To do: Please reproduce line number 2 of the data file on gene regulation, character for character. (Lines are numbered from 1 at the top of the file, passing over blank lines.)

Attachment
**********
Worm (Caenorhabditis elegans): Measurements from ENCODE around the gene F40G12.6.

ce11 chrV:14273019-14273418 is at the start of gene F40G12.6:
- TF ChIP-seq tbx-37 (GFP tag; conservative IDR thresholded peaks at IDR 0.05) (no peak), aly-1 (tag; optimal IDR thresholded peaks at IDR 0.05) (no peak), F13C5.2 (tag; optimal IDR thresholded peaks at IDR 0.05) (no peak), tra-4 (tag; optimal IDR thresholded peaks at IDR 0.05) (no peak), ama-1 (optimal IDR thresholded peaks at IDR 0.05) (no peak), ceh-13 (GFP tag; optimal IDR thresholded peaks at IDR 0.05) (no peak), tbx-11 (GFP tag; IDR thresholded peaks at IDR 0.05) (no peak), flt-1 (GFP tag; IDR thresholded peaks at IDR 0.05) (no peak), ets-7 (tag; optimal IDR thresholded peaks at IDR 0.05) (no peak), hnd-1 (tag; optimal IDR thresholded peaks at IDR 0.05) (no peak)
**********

ce11 chrV:14273019-14273418 is at the start of gene F40G12.6: